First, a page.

DETROIT – The city of Detroit continues to battle coronavirus as city officials push for more people to get vaccinated.
As of Thursday, the city’s vaccination rates are at only 21%, about 10% less than Michigan’s vaccination rate.
Community organizations are stepping up to get the word out about the availability of vaccines, the safety of vaccines.
While demand for the vaccine in Detroit seems to be running low, there was a line of people ready to be vaccinated Thursday at the Sheffield Center on Grand River Avenue. The Rev. Horace Sheffield was able to access his database to get as many on board as possible.
The city is doing all it can to get more people vaccinated by offering walk-ins with no appointment needed, but the TCF Center and Ford Field seem nearly empty. What makes the Sheffield Center different? It could be the connection to the Reverend and its efforts to inform and educate the community.
Mayor Mike Duggan said he’s seen what’s happening at the Sheffield Center and is going to work alongside the Reverend to offer more vaccines to him and other influential leaders in the city to get people vaccinated.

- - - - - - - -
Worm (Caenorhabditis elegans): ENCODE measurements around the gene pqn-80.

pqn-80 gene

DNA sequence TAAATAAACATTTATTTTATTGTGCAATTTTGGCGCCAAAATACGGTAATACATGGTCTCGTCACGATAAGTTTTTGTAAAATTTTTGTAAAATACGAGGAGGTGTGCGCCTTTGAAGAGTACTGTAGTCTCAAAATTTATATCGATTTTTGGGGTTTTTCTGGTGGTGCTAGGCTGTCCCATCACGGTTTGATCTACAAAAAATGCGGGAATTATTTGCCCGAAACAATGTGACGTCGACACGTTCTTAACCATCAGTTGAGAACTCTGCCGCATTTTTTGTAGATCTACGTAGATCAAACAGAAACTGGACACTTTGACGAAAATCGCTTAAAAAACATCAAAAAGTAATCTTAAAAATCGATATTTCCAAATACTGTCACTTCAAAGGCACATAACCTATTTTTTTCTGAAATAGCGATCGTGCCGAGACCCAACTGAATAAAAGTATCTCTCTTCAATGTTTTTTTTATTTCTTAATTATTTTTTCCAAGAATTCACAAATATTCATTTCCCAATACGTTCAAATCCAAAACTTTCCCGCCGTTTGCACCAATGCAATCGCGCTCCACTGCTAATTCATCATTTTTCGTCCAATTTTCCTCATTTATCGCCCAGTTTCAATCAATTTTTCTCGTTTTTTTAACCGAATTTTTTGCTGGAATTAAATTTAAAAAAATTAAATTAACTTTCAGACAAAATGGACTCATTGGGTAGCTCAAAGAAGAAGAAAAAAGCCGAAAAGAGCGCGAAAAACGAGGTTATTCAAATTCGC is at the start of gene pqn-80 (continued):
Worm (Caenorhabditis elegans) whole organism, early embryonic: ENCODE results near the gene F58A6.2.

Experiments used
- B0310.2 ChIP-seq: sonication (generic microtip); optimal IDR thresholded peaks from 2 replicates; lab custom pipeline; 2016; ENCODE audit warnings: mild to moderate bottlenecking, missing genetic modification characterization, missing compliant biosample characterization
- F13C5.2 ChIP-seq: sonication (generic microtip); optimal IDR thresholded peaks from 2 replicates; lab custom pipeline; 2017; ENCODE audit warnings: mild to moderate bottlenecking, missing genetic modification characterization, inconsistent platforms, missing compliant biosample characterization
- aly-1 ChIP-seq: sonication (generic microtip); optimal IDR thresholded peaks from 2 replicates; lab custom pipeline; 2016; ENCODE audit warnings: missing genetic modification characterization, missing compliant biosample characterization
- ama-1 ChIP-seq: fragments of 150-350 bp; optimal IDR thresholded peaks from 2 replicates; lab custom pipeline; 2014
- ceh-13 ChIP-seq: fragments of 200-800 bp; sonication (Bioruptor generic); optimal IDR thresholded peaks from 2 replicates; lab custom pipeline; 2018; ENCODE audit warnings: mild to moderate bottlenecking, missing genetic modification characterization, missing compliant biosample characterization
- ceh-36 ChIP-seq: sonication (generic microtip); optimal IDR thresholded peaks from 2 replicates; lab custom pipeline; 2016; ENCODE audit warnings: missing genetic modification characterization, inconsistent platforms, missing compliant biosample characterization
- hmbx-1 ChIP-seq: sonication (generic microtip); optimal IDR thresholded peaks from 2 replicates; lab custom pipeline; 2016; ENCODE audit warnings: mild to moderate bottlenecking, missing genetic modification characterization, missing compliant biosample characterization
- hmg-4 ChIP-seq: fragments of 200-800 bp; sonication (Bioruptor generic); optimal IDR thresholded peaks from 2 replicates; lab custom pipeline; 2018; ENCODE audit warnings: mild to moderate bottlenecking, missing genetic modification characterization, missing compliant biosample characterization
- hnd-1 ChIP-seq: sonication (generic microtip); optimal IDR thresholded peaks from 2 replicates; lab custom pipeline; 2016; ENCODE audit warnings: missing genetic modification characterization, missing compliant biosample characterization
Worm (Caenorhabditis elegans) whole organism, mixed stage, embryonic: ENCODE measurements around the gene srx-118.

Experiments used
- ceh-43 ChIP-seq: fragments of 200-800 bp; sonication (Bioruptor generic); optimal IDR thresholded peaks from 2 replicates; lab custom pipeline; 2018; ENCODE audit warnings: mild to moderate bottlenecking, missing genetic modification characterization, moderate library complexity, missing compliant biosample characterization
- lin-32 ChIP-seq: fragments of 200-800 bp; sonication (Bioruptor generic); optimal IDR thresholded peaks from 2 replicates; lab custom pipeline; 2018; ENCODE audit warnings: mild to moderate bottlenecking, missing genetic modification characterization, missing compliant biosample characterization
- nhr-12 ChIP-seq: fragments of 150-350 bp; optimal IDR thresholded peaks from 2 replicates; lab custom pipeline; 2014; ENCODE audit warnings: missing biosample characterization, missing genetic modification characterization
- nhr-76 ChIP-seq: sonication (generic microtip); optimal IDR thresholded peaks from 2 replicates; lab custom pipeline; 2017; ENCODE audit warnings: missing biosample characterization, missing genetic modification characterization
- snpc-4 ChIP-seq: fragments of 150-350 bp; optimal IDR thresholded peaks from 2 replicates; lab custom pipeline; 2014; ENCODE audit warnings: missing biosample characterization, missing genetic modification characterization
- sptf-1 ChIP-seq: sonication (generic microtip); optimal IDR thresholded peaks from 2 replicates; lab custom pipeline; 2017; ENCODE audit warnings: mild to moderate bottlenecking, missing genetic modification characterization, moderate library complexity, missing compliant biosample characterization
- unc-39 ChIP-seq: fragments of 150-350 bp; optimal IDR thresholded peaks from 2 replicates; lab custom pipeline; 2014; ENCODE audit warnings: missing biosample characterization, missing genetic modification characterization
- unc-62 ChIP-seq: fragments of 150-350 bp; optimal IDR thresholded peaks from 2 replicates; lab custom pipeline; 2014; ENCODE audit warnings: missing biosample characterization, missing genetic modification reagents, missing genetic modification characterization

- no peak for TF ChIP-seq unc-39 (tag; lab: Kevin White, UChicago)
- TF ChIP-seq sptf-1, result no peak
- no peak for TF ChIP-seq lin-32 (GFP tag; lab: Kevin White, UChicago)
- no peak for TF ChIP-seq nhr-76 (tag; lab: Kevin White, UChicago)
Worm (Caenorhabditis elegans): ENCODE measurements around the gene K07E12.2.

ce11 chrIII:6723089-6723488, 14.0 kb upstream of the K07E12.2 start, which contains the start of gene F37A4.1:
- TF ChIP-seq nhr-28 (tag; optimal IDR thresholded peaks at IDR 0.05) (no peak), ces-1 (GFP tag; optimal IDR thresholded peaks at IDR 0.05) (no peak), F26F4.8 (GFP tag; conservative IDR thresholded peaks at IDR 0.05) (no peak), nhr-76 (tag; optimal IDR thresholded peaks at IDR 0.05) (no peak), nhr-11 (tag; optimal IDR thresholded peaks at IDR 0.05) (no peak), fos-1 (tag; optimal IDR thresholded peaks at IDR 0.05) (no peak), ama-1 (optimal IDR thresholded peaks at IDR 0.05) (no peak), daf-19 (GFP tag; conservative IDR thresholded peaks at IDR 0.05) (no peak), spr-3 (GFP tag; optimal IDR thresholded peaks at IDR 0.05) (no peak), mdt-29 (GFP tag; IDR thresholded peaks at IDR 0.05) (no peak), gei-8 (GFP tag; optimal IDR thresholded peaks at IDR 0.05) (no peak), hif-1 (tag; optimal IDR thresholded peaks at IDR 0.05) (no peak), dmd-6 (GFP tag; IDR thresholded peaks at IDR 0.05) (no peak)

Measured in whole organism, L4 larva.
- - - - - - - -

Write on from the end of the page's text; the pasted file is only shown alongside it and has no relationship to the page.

“We’re seeing it across the country, there’s no question about it, we have to shift in the early phases people who are anxious to get the vaccine,” Duggan said. “The city of Detroit was the most efficient at getting them vaccinated. Now for those who are not as motivated, we got to be more accessible. I think we’ve opened up some neighborhood walk-in sites without a lot of publicity in the neighborhoods so we’re fixing that.”
The city is going to work on letting residents know about the neighborhood walk-in sites that are available. Duggan was very clear and direct about what may be the next big initiative